The Garage to Cover all Running Costs. •

The 8-cwt. van is the next in order, the running costs of which will be approximately 2.13d. per mile, composed of the following : fuel, 1.00d.; lubricants, 0.13d. ; tyres, 0.53d.; maintenance, 0.47d. per mile. "Standing charges, licences, Os. 5d. ; rent, 4s. 6d.; insurance, 5s.; total, 15s. 11d. Standing charges at this figure will entail an addition to the running costs of .95d. per mile if the weekly distance covered is 200 miles.

The third and last vehicle, the 5-cwt. parcelcar, will cost approximately 1.29d. per irnile for running, made up in the following manner : fuel, 0.50d.; lubricants, 0.05d.; tyres, 0.36d.; maintenance, 0.38d. Standing charges will be Os. 5d. for licences, 4s. 6d.for rent and rates, insurance 4s., making a total of 14s. 11d. 0.89d. per mile will, therefore, be a correct sum to add to the running costs in respect of the standing charges if 200 miles a week are covered.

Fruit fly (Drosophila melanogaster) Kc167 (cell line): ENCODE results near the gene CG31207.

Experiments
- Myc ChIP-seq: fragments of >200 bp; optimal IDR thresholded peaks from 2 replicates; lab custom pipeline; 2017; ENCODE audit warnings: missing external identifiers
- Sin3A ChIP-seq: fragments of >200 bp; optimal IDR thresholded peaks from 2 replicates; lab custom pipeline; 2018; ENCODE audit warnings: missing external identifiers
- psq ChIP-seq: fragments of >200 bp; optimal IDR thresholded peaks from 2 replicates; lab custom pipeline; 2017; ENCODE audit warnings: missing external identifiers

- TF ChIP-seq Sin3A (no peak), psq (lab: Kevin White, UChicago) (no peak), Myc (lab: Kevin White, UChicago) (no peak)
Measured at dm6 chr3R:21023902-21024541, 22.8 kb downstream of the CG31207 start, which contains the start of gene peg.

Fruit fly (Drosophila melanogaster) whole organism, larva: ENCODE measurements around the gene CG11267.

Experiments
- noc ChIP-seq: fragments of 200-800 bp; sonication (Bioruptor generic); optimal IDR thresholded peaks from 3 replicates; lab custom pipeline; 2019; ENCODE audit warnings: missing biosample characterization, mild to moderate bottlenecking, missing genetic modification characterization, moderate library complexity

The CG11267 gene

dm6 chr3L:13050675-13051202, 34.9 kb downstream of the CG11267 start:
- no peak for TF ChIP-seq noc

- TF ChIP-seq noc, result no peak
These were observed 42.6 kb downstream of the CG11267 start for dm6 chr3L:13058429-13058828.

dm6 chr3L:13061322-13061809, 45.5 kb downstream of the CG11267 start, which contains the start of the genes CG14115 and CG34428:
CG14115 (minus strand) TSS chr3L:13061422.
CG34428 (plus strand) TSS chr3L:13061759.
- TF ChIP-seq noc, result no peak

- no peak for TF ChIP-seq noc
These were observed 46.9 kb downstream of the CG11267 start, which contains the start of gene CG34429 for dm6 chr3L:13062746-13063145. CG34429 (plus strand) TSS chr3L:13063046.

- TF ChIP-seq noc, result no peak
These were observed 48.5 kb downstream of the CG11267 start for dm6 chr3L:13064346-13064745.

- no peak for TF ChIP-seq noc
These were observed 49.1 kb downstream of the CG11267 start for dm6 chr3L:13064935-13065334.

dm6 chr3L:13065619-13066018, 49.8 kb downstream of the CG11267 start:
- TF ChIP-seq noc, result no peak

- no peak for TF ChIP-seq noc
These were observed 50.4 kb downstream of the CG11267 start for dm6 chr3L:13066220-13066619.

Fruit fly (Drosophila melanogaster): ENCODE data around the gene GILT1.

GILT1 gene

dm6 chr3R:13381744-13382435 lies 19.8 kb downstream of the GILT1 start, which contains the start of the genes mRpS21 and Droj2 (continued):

So far, I have endeavoured to set forth what it is actually going to cost the garage owner to look after and run the vehicles, that is, "costs of use," but he must complete his own estimate upon wlaich to be his contract; • some of the .figures which I have given it may be advisable to vary.

The Profit to the Garage Proprietor.